Margot Robbie Birds of Prey
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Credit: Warner Bros.

Critics say Birds of Prey is a stylized, Deadpool-esque romp that mostly hits its mark

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Feb 5, 2020, 5:40 PM EST (Updated)

Birds of Prey (and the Fantabulous Emancipation of One Harley Quinn) doesn't hit theaters until this Friday (Feb. 7), but critics are now allowed to post their reviews of the latest DCEU feature online. Early reactions from the world premiere in London compared the Cathy Yan-directed film to the fourth-wall-breaking mayhem of Deadpool, but the first full reviews are rolling a bit of that high praise back. Though most agree it's still a heck of a lot of fun.

The general consensus is that BoP is a fun, madcap, and insane ride that doesn't have a ton below its highly stylized surface — but thankfully that surface is pretty good anyway. Based on what you'll read in our review roundup below, a deluge of bright colors and pop-inspired needle drops can't seem to fully cover up what's described as a somewhat "bare-bones" screenplay by Christina Hodson (Bumblebee). Some critics were also let down that the project doesn't delve deeply enough into its pro-feminist message. But many others praised the film as a bare-knuckle thrill ride with some wild visuals, clever gags, and plenty of action to keep the DC film rollicking along.

With that said, the ensemble cast — which is led by Margot Robbie's Harley Quinn — is receiving a lot of praise, particularly for standout character moments throughout the non-linear story. Aside from Robbie herself (reprising her role from 2016's Suicide Squad), it sounds like Ewan McGregor (playing big bad Gotham crime boss Black Mask) gives one of the best performances in the movie.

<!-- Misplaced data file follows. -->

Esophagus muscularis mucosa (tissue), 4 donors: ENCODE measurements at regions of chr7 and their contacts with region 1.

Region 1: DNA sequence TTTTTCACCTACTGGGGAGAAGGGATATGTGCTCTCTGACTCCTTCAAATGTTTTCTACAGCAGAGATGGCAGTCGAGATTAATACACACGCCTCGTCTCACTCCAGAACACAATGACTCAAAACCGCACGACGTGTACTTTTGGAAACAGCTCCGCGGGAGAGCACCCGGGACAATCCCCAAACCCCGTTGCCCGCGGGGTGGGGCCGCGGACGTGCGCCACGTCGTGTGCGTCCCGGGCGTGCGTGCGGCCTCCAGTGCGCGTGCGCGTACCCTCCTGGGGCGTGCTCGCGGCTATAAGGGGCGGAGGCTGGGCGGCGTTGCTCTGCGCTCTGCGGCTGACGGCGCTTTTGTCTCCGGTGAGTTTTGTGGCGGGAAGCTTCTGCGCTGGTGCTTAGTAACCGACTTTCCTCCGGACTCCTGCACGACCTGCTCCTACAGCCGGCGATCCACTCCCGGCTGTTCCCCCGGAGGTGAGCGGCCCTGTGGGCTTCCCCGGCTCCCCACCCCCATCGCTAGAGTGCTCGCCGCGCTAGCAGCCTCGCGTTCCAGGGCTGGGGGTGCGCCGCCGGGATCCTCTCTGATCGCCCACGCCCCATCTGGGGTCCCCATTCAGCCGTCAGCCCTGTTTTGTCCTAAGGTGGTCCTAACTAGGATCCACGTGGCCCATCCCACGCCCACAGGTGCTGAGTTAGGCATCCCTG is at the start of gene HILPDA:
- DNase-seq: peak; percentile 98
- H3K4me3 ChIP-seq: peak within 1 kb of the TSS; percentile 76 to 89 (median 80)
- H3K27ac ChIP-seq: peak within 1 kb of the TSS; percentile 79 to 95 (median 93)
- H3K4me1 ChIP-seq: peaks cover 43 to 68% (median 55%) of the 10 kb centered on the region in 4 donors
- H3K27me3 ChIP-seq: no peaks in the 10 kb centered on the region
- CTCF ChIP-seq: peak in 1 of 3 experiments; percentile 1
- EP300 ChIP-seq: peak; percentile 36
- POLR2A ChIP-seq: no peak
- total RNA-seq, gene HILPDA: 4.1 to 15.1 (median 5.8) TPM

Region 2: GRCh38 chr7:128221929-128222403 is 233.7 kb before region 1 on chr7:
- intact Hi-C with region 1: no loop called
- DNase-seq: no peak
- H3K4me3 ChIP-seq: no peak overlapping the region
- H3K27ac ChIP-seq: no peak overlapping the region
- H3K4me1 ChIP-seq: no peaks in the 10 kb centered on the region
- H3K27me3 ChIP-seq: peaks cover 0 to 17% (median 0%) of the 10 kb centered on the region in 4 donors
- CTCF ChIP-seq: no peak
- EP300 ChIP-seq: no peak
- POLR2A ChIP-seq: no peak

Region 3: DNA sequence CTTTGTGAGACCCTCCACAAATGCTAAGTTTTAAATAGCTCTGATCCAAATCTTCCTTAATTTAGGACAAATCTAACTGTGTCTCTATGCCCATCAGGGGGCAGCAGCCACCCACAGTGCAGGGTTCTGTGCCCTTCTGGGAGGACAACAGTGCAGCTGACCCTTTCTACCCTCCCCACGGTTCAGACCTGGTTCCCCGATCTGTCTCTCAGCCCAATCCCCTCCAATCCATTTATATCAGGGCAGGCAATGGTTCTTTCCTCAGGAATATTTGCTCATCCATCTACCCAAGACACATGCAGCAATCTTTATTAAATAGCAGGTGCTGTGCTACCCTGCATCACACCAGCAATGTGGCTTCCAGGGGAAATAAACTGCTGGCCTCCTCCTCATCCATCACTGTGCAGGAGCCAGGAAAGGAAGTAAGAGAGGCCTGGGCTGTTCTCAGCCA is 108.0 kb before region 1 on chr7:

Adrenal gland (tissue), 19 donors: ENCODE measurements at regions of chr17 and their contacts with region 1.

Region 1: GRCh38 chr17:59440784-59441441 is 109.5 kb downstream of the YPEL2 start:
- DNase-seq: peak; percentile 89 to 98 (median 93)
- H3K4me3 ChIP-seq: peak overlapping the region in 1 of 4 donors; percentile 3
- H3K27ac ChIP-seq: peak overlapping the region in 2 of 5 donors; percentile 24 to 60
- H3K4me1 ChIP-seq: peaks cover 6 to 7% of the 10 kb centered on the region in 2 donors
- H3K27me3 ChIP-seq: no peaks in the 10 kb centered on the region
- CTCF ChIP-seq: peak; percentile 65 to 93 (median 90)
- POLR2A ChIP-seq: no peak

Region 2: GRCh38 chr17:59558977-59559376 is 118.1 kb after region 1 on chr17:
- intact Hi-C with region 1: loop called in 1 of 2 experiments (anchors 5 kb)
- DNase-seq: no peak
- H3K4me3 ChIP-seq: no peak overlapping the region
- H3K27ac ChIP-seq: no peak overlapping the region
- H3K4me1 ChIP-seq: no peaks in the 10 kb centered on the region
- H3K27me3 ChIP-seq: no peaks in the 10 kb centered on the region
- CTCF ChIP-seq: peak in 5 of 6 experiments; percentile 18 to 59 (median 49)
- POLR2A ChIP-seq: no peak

To put all that into perspective, the film is currently sitting at an excellent 92 percent "Fresh" rating on Rotten Tomatoes, though that could always shift a bit as more reviews are added to the tally. Based on updated projections from Variety, the release could bring in as much as $55 million during its opening weekend. That's $3 million more than the early estimates we got in January.

The plot begins with Harley breaks up with her longtime boyfriend, the Joker. In a move that turns her more into more of an antihero than a flat-out villain, Quinn decides to protect a young girl, Cassandra Cain (Ella Jay Basco), from Black Mask. To that end, she recruits a team of like-minded women, who all have a bone to pick with the murderous gangster.

Jurnee Smollett-Bell (Black Canary), Mary Elizabeth Winstead (Huntress), and Rosie Perez (Renee Montoya) co-star as Harley's fellow Birds of Prey.

Here's what some critics had to say:

"The script ... has attitude to spare, but in a rather bare-bones way. It’s going for the sparky nihilist defiance of Deadpool, with a running fourth-wall-breaking commentary by Harley ... But if the film’s (black) heart is in the right acid place, Birds of Prey could have used more of the intricate cleverness of Deadpool." -Owen Gleiberman, Variety